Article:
The Combined Operation for Head and Neck Cancer *

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The Combined Operation for Head and Neck Cancer *

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Abstract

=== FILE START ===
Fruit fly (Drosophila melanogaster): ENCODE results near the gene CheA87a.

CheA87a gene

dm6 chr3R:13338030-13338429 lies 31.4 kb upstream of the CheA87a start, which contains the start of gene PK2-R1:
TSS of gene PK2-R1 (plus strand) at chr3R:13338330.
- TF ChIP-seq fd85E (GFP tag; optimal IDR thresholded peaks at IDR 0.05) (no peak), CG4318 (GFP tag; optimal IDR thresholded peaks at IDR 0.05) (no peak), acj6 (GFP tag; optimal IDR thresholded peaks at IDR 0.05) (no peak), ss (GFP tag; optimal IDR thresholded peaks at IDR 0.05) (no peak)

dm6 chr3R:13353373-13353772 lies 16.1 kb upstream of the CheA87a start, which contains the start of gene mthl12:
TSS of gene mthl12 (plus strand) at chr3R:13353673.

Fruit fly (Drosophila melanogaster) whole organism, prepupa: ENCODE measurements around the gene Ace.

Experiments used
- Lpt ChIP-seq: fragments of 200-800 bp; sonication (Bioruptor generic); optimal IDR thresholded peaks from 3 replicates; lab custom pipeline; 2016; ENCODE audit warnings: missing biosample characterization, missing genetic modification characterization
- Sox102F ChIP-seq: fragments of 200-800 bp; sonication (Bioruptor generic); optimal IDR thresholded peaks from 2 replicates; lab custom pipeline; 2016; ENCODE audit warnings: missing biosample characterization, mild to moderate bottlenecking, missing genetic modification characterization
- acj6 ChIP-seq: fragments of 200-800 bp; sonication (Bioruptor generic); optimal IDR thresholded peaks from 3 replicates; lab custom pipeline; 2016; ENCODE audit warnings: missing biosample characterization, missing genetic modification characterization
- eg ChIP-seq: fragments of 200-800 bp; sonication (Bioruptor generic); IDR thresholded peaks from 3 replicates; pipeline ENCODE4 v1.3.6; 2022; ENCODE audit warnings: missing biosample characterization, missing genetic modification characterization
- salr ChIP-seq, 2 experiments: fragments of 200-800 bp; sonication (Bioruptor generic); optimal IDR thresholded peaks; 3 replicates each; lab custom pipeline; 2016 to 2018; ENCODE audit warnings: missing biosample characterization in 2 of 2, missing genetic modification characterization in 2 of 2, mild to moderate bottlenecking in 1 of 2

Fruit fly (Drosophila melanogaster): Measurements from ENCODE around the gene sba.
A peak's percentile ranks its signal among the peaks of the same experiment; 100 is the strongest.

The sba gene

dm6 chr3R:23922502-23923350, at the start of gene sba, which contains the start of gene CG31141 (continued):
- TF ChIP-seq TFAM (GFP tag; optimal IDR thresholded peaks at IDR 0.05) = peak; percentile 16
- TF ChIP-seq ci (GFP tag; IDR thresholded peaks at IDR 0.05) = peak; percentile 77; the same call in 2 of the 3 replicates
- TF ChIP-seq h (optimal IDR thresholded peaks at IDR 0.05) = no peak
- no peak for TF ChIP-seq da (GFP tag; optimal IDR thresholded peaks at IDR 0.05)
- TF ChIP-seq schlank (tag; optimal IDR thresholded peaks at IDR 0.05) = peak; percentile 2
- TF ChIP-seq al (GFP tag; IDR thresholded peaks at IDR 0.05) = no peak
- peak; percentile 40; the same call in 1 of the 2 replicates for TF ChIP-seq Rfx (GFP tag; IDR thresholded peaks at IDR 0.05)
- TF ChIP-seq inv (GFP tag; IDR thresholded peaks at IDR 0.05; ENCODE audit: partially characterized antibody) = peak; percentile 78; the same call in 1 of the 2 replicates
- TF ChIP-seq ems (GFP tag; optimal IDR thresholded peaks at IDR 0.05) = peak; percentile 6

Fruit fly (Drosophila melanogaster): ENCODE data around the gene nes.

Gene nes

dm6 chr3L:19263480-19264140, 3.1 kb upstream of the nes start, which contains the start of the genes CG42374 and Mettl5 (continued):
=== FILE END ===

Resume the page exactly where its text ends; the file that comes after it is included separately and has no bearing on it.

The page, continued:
State of Science Fact Sheet - Oral Cancer Oral Cancer Basic description Cancer can affect any part of the oral cavity, including the lips, tongue, mouth, and throat. There are 2 kinds of oral cancer: oral cavity cancer and oropharyngeal cancer. The most common symptom of oral cancer is a sore in the mouth that bleeds easily and does not heal. Another common sign of oral cancer is pain in the mouth that does not go away. Other signs and symptoms include: • A lump or thickening in the cheek • A white or red patch on the gums, tongue, tonsil, or lining of the mouth • A sore throat or a feeling that something is caught in the throat • Trouble chewing, swallowing, or moving the tongue or jaw Opportunities Prevention Smoking, smokeless tobacco, and alcohol substantially increase the risk of developing oral cancer. Quitting tobacco and limiting alcohol use significantly lower the risk of developing these cancers, even after many years of use. Some oral cancers are linked to human papilloma virus (HPV) infections of the mouth and throat. Avoiding HPV infection may help lower oral cancer risk. In addition, eating a healthy, balanced diet with at least 2½ cups of vegetables and fruits every day may provide some protection against oral cancer. Detection The American Cancer Society recommends that primary care clinicians and dentists examine the mouth and throat as part of a routine cancer-related check-up. Dentists and primary care clinicians have the opportunity, during regular check-ups, to see abnormal tissue changes and detect cancer at an early stage. Many clinicians and dentists also recommend that people, especially those at higher risk, take an active role in the early detection of these cancers by doing monthly self-examinations. Treatment Radiation therapy and surgery are the main methods of treating oral cancers. In advanced cancer, chemotherapy may be used in combination with either treatment. Who is at risk? Gender Oral cancers are about twice as common in me

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